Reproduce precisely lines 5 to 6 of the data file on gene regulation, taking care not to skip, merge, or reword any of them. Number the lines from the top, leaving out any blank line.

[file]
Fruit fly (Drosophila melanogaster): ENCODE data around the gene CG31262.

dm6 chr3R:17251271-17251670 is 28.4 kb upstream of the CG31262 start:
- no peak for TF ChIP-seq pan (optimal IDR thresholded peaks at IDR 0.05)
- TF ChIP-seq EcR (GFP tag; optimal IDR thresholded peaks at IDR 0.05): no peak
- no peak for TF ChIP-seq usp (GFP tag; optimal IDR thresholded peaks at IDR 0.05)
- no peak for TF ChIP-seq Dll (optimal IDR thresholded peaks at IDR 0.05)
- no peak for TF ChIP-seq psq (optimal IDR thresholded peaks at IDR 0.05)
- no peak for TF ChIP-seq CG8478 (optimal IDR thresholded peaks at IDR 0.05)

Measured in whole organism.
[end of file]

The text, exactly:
- no peak for TF ChIP-seq usp (GFP tag; optimal IDR thresholded peaks at IDR 0.05)
- no peak for TF ChIP-seq Dll (optimal IDR thresholded peaks at IDR 0.05)